Stroud column: Recognizing the ‘differently abled’ among us | PostIndependent.com

Stroud column: Recognizing the ‘differently abled’ among us

I'm not one to "dis" any of my fellow humankind, as in disrespect. But there's one "dis" I'm perfectly fine "dissing" on, because it's all about respect.

This Wednesday, the Post Independent will launch a monthly series of articles in cooperation with the organization Valley Life for All to build awareness about people in our community who have disabilities.

The goal: "To take the 'dis' out of disability."

Each month, thanks to Debbie Wilde and her team at VLFA, we will share a story about someone in our community who, rather than being disabled, simply has different abilities.

These profiles will tell the stories of people of all ages who have gifts to share, and who, given the chance, are perfectly capable of contributing in many ways.

Whether it's working a regular job, volunteering for any of the many human service organizations in our midst, participating in sports or other activities, serving on nonprofit boards and government committees, or just helping to make us all smile, all should be included.

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And that's what the VLFA's Inclusion Campaign is all about.

VLFA has been around since 2011, working in Garfield, Pitkin and Eagle counties "to build inclusive communities where people of all abilities belong and contribute."

Its mission: To be a conduit to resources and embrace new opportunities that support choice for people with disabilities, or as we like to say, people with all abilities, their families and communities.

According to national statistics, 27 percent of Americans experience some type of disability, whether physical, developmental, mental or emotional.

"One hundred percent are a part of our community. Each has a story to tell," says VLFA through it's #voiceability Inclusion Campaign.

Last week, Debbie stopped by the Post Independent office with Corey Mineo. Many of you likely know Corey, or at least have seen him around. He lives in downtown Glenwood Springs, is a regular at the Bluebird Cafe, and he gets around in a power wheelchair.

The two-year-long Grand Avenue Bridge construction project has been difficult for a lot of people trying to navigate their way around downtown Glenwood. Just imagine how difficult it's been for Corey and others who use wheelchairs, are blind, or who have other challenges just "getting around."

We've editorialized on this very page that Glenwood Springs and the Colorado Department of Transportation must do everything possible to put pedestrians first when completing the Grand Avenue intersections at Eighth and Ninth streets. This is a particularly important issue for people who face special challenges just crossing the street.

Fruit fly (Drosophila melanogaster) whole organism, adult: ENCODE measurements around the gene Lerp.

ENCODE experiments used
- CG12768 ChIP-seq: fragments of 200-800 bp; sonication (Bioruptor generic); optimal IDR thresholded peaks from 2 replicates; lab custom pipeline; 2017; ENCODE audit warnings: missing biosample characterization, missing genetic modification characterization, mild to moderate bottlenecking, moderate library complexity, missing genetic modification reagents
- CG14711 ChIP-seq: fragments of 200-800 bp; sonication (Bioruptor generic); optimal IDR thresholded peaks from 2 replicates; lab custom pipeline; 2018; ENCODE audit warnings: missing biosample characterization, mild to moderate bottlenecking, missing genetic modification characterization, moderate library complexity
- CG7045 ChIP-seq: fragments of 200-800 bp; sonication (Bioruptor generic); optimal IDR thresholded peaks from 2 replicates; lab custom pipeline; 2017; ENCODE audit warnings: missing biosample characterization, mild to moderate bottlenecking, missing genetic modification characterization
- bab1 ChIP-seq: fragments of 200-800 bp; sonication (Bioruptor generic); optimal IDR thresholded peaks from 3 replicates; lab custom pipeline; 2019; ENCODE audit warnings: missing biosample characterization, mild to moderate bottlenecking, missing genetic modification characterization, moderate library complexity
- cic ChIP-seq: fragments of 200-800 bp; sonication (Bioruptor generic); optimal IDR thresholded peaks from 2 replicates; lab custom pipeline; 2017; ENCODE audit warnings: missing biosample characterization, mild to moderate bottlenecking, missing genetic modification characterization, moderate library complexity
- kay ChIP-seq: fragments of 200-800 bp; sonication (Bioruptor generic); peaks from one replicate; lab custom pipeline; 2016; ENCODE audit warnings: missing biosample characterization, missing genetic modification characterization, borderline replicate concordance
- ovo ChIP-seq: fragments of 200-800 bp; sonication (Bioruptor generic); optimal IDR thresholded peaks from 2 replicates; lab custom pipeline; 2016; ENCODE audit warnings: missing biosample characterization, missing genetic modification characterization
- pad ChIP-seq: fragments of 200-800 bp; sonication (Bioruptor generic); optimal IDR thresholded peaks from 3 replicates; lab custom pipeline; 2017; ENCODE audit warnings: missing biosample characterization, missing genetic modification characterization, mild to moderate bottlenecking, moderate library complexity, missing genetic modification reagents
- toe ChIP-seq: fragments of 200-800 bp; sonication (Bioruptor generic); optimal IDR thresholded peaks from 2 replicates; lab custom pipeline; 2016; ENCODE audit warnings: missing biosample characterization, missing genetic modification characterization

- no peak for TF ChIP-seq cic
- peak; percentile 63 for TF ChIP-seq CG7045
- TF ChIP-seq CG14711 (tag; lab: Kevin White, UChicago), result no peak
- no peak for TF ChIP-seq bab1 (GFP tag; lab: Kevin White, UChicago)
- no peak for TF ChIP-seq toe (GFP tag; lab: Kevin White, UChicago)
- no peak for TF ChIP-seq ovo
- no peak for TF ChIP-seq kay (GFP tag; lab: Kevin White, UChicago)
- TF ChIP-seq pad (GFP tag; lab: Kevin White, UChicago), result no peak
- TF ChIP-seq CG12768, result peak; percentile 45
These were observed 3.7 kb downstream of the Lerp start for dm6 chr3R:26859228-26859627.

What better voice to add to the community conversation than influential people like Corey.

"People with disabilities are often thought of as particularly inspirational," says Erik Weihenmayer, renowned outdoor adventurer who was the first blind person to summit Mt. Everest.

"It is well-intended," he says. "I appreciate it, but it does, in a way, separate us.

"There are a lot of inspirational people out there … at one level, all of our experiences are the same. These are the kinds of experiences that are the glue that holds us together — family, love, pain — things we all experience."

The goal of the Inclusion Campaign, and the forthcoming profiles in the Post Independent and Citizen Telegram, is to give voice to people with "disabilities" so that they can educate and empower us to change some of the stereotypical perceptions we hold.

By sharing real-life stories, we hope to show that we all have more in common than we have differences, to increase awareness and understanding about what inclusion is, and what it isn't, and to "demystify" what it's like to live with a disability. Excuse me, different abilities.

Through this Inclusion Campaign, VLFA also seeks to provide inclusion training for any organizations or businesses that want to improve interaction with clients and prospective employees who, with some understanding and slight modifications, can fully participate in our community.

If successful, "People will understand that we have stronger communities when we embrace all people as having the ability to contribute to the common good."

That success depends on all of us.

For more information about Valley Life For All, its Inclusion Campaign and its many services, visit its website at https://valleylifeforall.org

John Stroud is editor of the Post Independent.